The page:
The woodlands around Tarr Steps were designated as a National Nature Reserve in 2004. They are predominantly oak but also include beech, ash, sycamore, hazel, honeysuckle and a healthy population of native bluebells. Rare mosses, lichens and liverworts flourish in the cool damp conditions. Whilst it is hard to imagine this as a centre for industry, the woodland was once used to make charcoal for the local iron smelting industry. Today the woodland abounds with interesting wildlife, from red deer to dormice, whilst the river is home to otters and plenty of fish including spawning salmon.

Some way along, you will pass (on your right) a brick pillar that anchors a woven cable structure across the river. This isn’t a bridge, rather it is a high strength net, designed to catch fallen trees and prevent them heading downstream and damaging the clapper bridge.

Keep ahead and there are several spots along this stretch that are ideal for a doggie drink. Further along, the path begins to climb, now running high above the river. Continue winding along this high path and later, it descends, leading you to a much smaller (but equally beautiful) clapper bridge that crosses an inlet stream for the river. Cross this bridge, go through the gate ahead and bear right to continue on the riverside path. About 150 metres later, you will come to a fingerpost on your left and a footbridge on your right.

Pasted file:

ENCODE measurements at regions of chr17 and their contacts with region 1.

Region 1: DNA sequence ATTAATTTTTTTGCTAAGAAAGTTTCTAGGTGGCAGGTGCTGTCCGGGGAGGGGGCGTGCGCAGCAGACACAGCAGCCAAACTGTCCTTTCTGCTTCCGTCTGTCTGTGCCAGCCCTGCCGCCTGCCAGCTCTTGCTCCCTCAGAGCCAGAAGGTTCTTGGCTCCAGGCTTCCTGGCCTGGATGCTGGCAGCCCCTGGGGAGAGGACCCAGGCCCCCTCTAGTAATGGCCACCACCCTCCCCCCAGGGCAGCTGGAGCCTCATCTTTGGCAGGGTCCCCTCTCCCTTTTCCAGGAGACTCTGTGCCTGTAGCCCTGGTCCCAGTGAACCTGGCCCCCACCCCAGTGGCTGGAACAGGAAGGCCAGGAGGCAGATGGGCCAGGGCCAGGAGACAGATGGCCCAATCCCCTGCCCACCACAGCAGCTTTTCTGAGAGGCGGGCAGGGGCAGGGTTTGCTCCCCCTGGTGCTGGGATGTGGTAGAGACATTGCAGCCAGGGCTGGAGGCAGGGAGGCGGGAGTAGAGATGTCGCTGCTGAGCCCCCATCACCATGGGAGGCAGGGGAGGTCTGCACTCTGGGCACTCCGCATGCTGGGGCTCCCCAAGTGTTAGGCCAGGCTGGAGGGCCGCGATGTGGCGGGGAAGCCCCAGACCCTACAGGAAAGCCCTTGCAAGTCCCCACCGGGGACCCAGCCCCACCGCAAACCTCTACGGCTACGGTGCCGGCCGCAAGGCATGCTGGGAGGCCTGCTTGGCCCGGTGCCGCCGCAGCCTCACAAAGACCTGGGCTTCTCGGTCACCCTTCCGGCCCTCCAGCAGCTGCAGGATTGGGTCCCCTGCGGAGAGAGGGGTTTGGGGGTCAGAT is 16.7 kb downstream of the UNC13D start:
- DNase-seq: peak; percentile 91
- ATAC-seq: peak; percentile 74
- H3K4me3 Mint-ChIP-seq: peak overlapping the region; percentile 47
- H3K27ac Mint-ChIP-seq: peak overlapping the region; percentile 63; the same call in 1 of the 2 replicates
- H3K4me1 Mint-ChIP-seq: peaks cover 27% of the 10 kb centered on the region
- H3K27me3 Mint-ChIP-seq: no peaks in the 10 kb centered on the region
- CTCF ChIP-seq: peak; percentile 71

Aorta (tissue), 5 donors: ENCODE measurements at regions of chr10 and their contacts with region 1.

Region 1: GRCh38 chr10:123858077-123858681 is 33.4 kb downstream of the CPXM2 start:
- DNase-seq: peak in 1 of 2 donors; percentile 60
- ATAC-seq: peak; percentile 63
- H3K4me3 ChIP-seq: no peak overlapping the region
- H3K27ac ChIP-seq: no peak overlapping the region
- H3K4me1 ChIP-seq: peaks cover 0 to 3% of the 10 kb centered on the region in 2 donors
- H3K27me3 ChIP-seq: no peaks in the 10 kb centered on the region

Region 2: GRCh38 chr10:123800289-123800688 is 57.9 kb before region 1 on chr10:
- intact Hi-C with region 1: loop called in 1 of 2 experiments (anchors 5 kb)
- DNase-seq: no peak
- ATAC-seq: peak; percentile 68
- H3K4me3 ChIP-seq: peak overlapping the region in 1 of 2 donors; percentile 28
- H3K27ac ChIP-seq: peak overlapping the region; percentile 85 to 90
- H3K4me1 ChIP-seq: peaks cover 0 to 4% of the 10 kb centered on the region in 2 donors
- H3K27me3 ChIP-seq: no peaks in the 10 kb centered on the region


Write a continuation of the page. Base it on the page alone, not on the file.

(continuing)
River Footbridge to End
River Footbridge to End

Start point: 51.0828 lat, -3.6297 long
End point: 51.0797 lat, -3.611 long

Turn right to cross the gated footbridge. At the far side, turn right to join the stone path (signed as the circular walk), heading back along the other riverbank, with the river still on your right. Follow the path as it crosses a pretty grass meadow, passing a waymarker post that confirms you are on the bridleway heading back towards Tarr Steps. At the end of this meadow, go through the gate ahead and cross the inlet stream (in low water conditions you can use the stepping stones, otherwise there is a bridge just to your left).

Continue ahead on the riverside path, leading along the edge of Knaplock Wood. When you reach a fork in the path, you can take either choice. The right-hand is the prettiest as it runs along a series of boulders at the edge of the river, but it will be unsuitable in high water conditions. The left-hand one stays along the edge of the woodland. The two paths merge once again, to continue their riverside journey.

Look out for fallen trees that have coins hammered into them – clearly a popular local activity. You will come to a fingerpost marking a fork in the path. Take the right-hand branch, a continuation of the circular walk (staying closest to the river). The path meanders ahead, emerging into a riverside meadow. Keep straight ahead on the stone path that leads you through this, to reach the junction with the ford and Tarr Steps on your right.